Monday, January 21, 2008

"It will not be easy to achieve"

Michigan Democrat John Dingell, the chairman of the House Committee on Energy and Commerce, has outlined his proposal to cut greenhouse gases. Dingell has been scoring higher and higher in recent years in the League of Conservation Voters' eco-friendly rankings. This plan should certainly help. He informs us that:
The earth is getting warmer and human activities are a large part of the cause. We need to act in order to prevent a serious problem. The world’s best scientists agree we need to reduce greenhouse gas emissions by 60-80 percent by 2050 in order to limit the effects of global warming and this legislation will put us on track to do just that.

This is a massive undertaking, and it will not be easy to achieve, but we simply must accomplish this goal; our future and our children’s futures depend on it.

Not easy to achieve? That's his inner evil doctor letting you know 'This might hurt a little.' Nothing's easy in America when you propose getting rid of the mortgage tax deduction on large homes and float the idea of 50 cent per gallon tax.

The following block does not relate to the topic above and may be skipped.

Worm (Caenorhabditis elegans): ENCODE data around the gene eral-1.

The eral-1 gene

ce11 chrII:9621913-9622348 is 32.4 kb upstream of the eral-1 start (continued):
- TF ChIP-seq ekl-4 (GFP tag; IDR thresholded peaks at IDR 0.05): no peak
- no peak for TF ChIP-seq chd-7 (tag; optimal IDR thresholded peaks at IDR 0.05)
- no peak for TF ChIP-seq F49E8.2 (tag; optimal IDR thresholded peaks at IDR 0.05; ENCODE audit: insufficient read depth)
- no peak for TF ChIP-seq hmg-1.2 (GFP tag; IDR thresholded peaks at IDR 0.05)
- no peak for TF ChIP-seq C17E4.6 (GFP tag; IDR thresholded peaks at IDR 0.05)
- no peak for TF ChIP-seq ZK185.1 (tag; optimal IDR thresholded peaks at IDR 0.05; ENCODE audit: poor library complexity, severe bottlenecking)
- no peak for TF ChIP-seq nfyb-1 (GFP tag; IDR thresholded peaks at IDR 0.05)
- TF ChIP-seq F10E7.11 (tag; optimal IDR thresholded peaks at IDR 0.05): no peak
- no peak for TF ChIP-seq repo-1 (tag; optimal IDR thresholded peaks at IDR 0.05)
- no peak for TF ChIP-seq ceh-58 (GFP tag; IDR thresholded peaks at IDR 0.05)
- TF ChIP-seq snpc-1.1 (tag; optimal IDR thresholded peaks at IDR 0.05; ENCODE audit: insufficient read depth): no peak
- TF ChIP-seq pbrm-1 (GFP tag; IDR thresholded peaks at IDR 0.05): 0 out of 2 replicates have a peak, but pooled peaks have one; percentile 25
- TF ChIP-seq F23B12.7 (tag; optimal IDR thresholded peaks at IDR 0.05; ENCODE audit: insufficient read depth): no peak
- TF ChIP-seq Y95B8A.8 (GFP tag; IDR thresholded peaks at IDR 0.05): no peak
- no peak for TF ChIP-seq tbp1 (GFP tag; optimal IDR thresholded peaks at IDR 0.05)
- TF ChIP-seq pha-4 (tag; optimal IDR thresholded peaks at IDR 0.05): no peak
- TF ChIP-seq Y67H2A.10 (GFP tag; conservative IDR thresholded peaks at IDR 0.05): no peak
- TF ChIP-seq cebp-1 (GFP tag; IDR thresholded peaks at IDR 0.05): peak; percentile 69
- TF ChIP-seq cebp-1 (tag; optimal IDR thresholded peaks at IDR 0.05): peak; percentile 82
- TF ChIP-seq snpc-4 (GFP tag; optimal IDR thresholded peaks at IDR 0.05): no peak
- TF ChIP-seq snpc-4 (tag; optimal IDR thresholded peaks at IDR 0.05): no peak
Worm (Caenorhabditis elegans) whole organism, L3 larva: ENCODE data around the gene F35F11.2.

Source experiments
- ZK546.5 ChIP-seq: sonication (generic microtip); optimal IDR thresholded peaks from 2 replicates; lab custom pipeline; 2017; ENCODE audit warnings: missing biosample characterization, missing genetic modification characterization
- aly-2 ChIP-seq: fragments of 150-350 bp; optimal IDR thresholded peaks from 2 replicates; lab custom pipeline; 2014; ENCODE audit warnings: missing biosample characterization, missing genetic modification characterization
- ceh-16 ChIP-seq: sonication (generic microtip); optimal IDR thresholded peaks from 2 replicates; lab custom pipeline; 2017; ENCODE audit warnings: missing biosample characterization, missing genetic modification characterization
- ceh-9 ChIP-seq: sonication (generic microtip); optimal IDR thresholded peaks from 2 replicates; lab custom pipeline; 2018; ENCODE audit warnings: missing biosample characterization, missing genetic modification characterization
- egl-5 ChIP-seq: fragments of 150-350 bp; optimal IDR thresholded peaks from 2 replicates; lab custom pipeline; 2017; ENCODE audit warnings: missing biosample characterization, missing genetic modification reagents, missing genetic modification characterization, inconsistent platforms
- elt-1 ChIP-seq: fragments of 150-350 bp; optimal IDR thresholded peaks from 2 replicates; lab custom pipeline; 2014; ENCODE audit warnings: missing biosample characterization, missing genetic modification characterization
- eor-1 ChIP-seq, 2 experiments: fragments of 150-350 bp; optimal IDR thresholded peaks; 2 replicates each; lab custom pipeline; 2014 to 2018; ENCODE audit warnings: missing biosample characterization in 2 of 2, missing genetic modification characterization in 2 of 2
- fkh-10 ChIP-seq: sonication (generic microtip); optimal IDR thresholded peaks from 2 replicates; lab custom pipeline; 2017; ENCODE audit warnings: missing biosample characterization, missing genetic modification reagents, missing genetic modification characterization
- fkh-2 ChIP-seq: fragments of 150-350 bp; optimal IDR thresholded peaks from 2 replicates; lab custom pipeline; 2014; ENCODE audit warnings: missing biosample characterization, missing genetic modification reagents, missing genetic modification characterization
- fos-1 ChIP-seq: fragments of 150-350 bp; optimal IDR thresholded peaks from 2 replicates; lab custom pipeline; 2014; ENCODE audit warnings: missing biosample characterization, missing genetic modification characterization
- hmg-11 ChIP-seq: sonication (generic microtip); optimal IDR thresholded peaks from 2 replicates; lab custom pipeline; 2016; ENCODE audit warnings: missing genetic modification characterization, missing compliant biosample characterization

He's hit on a great point. Large homes, built far from centers of employment and public transit, contribute to sprawl and greenhouse gas emissions. But in case he's missed it, these people are already losing homes at a record rate. The L.A. Times was reporting two years ago, before the word 'subprime' crashed onto the front page, about the toll surging gas prices were having on the McMansion crowd who lived two-hours from the city center and were drowning debts. Congress will have about as much luck stripping their deduction for mortgage interest as they will in taking their guns.

But that's a small point. Dingell's got a plan. A carbon tax of $50 per ton of carbon puts it in the range recommended by former World Bank economist Nicolas Stern, who authored a report on climate change for the UK Treasury. Stern put the social cost of climate change at $85 dollars per ton but in this interview, he seems to say $40 per ton makes important technologies such as sequestration more viable. (There seems to be a lot of confusion over whether tonne or ton is being used and whether the price is for a ton/tonne of carbon or ton/tonne of CO2. Dingell's plan is per ton for carbon).

Dingell's plan also endorses the use of "certified" carbon offsets. The offsets are moving closer to becoming mainstream financial assets, and much now rides on who does the certifying and making those standards transparent, consistent and scandal free.

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